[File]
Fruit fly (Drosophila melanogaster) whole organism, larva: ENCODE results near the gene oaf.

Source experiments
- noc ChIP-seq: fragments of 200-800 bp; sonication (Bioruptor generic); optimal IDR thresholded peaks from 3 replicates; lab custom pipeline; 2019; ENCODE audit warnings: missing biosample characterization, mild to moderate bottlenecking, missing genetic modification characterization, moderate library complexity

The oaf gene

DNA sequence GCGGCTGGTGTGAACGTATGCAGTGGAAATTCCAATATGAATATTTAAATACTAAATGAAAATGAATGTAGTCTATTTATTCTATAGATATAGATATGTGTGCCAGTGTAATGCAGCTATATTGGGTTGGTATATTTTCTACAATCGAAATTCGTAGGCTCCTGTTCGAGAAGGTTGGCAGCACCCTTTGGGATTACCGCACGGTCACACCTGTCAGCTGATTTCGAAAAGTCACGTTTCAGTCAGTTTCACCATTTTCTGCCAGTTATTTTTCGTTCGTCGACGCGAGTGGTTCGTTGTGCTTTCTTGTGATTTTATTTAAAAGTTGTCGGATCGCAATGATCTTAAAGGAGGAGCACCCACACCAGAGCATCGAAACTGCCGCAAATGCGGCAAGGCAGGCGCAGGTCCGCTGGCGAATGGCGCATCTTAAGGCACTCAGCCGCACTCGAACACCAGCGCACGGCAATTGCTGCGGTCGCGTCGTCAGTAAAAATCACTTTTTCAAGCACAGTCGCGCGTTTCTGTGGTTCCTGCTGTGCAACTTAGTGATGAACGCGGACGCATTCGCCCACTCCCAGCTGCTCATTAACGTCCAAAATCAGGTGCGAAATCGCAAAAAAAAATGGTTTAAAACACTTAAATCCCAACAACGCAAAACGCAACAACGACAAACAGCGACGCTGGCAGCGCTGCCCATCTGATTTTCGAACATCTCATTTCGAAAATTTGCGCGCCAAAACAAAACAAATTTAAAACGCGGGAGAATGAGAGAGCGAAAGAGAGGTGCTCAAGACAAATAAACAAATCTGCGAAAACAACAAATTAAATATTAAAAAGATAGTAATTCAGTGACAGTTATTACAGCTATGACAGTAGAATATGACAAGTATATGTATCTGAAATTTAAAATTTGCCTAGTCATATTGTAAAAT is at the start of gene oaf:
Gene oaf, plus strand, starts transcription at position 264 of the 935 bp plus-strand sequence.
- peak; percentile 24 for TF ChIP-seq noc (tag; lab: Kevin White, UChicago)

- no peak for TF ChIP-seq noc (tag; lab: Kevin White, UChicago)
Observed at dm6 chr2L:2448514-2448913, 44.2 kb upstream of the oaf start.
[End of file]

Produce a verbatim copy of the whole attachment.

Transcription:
Fruit fly (Drosophila melanogaster) whole organism, larva: ENCODE results near the gene oaf.

Source experiments
- noc ChIP-seq: fragments of 200-800 bp; sonication (Bioruptor generic); optimal IDR thresholded peaks from 3 replicates; lab custom pipeline; 2019; ENCODE audit warnings: missing biosample characterization, mild to moderate bottlenecking, missing genetic modification characterization, moderate library complexity

The oaf gene

DNA sequence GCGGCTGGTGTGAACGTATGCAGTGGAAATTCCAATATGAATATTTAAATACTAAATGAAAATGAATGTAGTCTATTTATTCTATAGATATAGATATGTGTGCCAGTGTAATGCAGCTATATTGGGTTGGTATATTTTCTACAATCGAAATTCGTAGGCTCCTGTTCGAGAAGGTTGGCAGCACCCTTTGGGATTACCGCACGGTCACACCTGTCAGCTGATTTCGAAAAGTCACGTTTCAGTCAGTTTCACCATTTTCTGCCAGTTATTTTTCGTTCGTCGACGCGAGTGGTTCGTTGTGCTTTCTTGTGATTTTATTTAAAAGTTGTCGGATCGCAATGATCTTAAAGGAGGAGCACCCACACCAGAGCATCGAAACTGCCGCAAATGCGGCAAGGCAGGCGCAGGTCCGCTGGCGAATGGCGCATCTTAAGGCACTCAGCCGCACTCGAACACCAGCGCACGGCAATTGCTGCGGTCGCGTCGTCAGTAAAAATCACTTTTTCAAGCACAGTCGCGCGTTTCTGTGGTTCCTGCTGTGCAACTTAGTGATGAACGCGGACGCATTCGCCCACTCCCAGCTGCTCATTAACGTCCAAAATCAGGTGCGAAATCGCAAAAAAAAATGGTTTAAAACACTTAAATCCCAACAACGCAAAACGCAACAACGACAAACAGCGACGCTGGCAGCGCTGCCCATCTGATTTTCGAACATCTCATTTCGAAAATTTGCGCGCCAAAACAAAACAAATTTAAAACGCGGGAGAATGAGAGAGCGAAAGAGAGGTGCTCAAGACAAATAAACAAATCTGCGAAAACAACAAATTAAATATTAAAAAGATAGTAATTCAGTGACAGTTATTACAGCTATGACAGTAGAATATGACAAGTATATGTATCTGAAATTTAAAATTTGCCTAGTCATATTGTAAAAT is at the start of gene oaf:
Gene oaf, plus strand, starts transcription at position 264 of the 935 bp plus-strand sequence.
- peak; percentile 24 for TF ChIP-seq noc (tag; lab: Kevin White, UChicago)

- no peak for TF ChIP-seq noc (tag; lab: Kevin White, UChicago)
Observed at dm6 chr2L:2448514-2448913, 44.2 kb upstream of the oaf start.